OCR Text |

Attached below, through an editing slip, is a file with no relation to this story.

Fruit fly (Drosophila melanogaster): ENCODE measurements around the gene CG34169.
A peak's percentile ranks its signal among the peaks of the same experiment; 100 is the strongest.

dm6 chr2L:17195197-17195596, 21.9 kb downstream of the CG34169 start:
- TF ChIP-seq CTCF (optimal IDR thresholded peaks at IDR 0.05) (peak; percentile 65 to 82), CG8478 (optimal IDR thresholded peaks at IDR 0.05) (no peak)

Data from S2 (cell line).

Show found, the optimal yield is described by AQAJ. Otherwise determine the point Aj ( t= i) that lies on Xf at a maximum distance above ArjAj, and the point Aj ( t= j) that lies on Xe at a maximum distance below AQAJ. Define k= min( j4), and l= max( j4). 4. The point Afc at time k is then regarded as an end point of the shortest path in the period ( 0, k). 5. Steps 2 through 4 are repeated with k replacing T. 6. If no additional corner points are found in the interval ( 0, k) the line AQAJ^ represents the first segment of the shortest path, and the optimal yield, and the search moves to the interval ( k, l). If an additional corner point m is found in the interval ( 0, k), the search moves to the interval ( 0, m). 7. The search moves forward sequentially, only after the shortest path in a time interval ( k, l) is found without infraction of Xe or Xf, where k and 1 are updated as one proceeds from initial to later comer points. Indices of all corner points found in the search process are maintained in ascending order, and the search proceeds pairwise between these indices. Klemes ( 1979) does not indicate procedures for treating evaporation losses and periodically varying ( within year) outflows. These extensions are however easily developed and incorporated in the numerical, sequential search procedure presented by Klemes ( 1979). These extensions were developed and tested with data from City Creek in the Jordan River Basin. The modifications to Klemes's algorithm for this purpose are really quite minor. These are summarized as follows. 1. The analysis is monthly rather than annual. Periodic variability of demand in the within year period is considered through monthly demand fractions of the annual yield. The line A^ Aj is first constructed for the search period ( k, l) as described earlier. A modified cumulative demand curve B^ Bj is then constructed as ( BrBJ* 12* bt B< " BM + ( 1- k) ( 6 ' 2) where Bt is the ordinate of the cumulative outflow curve at time t, t lies in the interval ( k, l), and b( is the monthly demand fraction for the yield in month t. 2. Evaporation volumes Ej are then computed on a monthly basis, by determining end of month reservoir storages St. These computations are represented as S.- XJ.- B, ( 6.3) E, = e. A, ( 6.4) where At is the surface area of the reservoir in month t, corresponding to storage S(, et is a net evaporation rate per unit area and Xelt is the ordinate of Xe at time t. 3 . Modify the cumulative demand ( outflow) curve to include net evaporation for the 158 |